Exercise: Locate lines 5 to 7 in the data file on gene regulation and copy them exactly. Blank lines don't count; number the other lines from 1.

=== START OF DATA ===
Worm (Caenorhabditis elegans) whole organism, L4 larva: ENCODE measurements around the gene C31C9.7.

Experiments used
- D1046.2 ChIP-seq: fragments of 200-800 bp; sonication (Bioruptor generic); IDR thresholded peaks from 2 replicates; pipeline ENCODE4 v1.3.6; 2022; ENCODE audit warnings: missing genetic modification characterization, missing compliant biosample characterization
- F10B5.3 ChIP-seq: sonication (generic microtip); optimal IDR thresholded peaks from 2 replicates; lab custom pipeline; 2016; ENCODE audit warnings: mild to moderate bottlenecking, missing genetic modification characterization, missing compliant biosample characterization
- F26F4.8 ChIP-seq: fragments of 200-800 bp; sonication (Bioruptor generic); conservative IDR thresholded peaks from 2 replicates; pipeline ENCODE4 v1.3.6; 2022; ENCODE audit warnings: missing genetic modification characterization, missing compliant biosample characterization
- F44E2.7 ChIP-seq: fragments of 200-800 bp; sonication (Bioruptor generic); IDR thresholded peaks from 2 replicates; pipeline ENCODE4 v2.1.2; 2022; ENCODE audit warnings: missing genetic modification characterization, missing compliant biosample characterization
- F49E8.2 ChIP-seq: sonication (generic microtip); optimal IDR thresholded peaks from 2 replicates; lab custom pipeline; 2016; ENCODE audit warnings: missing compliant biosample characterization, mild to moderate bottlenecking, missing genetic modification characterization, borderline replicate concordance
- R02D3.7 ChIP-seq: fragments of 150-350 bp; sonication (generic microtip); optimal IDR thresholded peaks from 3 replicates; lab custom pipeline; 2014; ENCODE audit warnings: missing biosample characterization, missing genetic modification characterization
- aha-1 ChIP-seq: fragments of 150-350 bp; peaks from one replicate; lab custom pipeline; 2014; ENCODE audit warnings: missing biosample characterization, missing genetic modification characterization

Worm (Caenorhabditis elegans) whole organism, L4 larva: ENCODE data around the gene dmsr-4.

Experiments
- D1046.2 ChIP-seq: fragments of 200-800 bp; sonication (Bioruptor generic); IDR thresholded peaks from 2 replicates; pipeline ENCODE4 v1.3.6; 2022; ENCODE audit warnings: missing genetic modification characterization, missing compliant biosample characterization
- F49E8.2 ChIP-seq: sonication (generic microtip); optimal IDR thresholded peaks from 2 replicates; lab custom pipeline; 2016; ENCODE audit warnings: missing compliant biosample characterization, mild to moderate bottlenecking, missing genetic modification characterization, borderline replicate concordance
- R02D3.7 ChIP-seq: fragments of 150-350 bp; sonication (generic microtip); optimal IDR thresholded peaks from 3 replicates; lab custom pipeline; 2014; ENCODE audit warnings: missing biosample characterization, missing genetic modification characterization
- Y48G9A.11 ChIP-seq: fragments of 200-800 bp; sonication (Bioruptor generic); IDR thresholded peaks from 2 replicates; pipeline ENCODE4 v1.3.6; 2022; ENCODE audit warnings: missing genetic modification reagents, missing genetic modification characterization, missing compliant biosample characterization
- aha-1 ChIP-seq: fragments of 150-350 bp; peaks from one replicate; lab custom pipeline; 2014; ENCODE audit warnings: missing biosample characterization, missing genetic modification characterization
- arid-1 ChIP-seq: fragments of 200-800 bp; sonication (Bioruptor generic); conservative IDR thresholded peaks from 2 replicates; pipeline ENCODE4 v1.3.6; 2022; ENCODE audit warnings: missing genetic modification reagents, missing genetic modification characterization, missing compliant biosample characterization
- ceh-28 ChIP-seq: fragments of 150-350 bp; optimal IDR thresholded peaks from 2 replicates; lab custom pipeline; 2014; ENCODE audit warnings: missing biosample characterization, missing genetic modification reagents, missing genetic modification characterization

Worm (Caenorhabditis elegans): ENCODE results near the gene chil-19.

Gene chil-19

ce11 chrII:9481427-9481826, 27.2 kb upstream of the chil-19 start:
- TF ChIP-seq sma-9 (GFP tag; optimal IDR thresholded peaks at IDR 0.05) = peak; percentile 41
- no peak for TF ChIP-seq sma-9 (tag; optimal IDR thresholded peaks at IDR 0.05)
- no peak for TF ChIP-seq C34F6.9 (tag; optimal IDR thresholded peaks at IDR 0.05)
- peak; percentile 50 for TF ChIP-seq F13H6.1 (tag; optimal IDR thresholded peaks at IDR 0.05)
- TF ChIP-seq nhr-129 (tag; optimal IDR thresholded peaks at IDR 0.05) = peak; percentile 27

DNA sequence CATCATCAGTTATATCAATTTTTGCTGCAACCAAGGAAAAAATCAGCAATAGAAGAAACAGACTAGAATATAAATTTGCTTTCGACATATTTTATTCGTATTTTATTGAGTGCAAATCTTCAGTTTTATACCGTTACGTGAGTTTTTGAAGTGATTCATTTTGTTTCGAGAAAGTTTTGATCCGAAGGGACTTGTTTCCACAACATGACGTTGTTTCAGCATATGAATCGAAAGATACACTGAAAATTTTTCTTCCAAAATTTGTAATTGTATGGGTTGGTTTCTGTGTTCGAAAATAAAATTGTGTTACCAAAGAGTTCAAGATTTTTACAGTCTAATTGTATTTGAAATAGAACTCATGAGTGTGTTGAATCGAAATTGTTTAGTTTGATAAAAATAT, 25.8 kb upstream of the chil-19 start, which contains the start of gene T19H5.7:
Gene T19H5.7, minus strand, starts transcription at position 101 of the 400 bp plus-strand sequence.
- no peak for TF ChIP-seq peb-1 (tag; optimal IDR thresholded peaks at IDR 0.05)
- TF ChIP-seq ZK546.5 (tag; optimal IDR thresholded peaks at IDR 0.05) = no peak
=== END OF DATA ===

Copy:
- F26F4.8 ChIP-seq: fragments of 200-800 bp; sonication (Bioruptor generic); conservative IDR thresholded peaks from 2 replicates; pipeline ENCODE4 v1.3.6; 2022; ENCODE audit warnings: missing genetic modification characterization, missing compliant biosample characterization
- F44E2.7 ChIP-seq: fragments of 200-800 bp; sonication (Bioruptor generic); IDR thresholded peaks from 2 replicates; pipeline ENCODE4 v2.1.2; 2022; ENCODE audit warnings: missing genetic modification characterization, missing compliant biosample characterization
- F49E8.2 ChIP-seq: sonication (generic microtip); optimal IDR thresholded peaks from 2 replicates; lab custom pipeline; 2016; ENCODE audit warnings: missing compliant biosample characterization, mild to moderate bottlenecking, missing genetic modification characterization, borderline replicate concordance